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Please accept my apologies for the silence of the last three days; I went away for a much-needed wee holiday, and it was wonderful. I did take the computer, but decided to leave it switched off in favour of long walks through unexpected snow, beautiful scenery, and good food. Because I bought myself a humble abode earlier this year, I didn’t have a long holiday, so decided to treat myself. Now suddenly it’s Hogmanay. I’ve not done much today, just a bit of cooking, of one of my favourite dishes, a red cabbage-based delight. (more…)

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Who else in the UK watched episode 1 of  The Miniaturist on BBC1 last night? I thought it was a great adaptation of Jessie Burton’s first novel. I won’t see episode 2 for a few days, so please don’t spoil it for me!

My favourite thing about the programme is its colour palette. It looks like a Dutch painting in its own right, perhaps by Vermeer.

Family prayers in “The Miniaturist”

The dollhouse at the centre of the plot is particularly beautiful, and it was the reason why I read the book in the first place. I really would love to see the original house owned by Petronella Oortman, in the Rijksmuseum in Amsterdam.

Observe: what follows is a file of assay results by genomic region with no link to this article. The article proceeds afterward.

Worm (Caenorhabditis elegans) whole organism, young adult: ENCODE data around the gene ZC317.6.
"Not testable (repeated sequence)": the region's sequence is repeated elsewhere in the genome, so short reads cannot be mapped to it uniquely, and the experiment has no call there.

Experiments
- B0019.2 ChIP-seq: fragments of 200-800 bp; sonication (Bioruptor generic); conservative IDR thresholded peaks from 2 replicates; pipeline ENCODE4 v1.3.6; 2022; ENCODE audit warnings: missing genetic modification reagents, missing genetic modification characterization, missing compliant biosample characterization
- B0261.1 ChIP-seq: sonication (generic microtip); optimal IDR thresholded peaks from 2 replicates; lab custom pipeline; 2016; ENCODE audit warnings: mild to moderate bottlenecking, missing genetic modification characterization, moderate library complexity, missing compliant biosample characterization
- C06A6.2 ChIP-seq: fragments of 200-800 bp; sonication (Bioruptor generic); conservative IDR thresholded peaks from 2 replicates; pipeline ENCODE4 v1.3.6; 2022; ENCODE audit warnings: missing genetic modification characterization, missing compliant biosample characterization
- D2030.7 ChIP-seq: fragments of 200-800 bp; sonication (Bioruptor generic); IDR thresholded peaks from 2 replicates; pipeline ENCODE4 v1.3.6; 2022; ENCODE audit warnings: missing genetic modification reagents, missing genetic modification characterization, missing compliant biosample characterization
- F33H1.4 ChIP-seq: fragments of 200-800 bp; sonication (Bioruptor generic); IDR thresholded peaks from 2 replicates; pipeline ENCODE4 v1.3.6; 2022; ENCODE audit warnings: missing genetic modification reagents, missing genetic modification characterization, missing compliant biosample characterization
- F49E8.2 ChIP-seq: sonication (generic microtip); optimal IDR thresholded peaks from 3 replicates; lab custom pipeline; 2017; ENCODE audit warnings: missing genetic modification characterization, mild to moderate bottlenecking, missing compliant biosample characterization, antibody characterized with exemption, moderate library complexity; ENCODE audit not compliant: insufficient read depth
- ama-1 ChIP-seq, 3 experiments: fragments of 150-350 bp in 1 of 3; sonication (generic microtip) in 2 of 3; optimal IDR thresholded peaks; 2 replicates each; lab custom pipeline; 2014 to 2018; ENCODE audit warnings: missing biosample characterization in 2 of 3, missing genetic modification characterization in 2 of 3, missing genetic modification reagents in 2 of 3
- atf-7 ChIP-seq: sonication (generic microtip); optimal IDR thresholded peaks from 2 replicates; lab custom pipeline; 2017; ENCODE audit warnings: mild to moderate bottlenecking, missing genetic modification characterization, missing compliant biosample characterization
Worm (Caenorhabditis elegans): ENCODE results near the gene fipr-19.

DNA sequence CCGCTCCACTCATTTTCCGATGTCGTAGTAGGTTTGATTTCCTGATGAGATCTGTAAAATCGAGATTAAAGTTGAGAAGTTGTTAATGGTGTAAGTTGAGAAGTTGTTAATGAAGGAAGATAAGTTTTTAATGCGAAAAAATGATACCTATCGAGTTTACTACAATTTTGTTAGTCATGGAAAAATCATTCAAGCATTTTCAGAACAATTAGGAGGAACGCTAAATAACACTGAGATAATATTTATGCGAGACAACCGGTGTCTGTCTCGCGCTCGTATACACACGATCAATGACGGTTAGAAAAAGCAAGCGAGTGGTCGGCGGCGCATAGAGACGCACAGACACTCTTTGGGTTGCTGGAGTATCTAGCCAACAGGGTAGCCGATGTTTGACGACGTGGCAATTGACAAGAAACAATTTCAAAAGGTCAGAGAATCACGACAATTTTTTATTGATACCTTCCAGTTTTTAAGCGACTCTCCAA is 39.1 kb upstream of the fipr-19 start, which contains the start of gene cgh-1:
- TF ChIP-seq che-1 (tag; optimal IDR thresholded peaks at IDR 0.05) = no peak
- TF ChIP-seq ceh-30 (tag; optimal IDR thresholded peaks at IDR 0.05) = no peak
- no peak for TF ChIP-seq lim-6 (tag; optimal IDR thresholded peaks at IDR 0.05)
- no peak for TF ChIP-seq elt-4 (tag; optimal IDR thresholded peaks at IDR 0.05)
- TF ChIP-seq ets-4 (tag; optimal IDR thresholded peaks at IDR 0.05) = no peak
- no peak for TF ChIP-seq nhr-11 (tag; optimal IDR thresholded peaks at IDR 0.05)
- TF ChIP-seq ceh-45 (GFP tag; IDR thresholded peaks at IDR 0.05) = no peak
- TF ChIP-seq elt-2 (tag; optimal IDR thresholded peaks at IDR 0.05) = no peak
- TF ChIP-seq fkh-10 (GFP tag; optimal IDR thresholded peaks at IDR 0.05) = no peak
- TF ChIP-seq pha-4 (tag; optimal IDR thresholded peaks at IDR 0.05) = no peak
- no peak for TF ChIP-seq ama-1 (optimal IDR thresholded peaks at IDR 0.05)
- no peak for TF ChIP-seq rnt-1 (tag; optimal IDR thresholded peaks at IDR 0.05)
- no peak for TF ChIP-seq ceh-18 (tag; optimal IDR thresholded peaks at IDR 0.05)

But with one eye always on a possible subject for the next blog post in the Christmas Feasts series, I remembered Nella’s love of marzipan (a sweet taste we both love). The book goes into more detail about the importance of marzipan in her memories of her home:

‘My mother used to roll it into shapes’. There was always marzipan in the pantry, the only predilection for indulgence in which Mrs Oortman echoed her husband. Mermaids, ships and necklaces of sugared jewels, that almond doughiness melting in their mouths. I no longer belong to my mother, Nella thinks. One day I will roll sugar shapes for otber little clammy hands, voices baying for treats. (p.15)

This takes me back to one of my earlier posts in this series, about marchpane sculptures, inspired by E. T. A. Hoffman’s The Nutcracker and the Mouse King. I wonder if Petronella’s mother ever created such works of art, and if Petronella herself has the talent and patience to do so.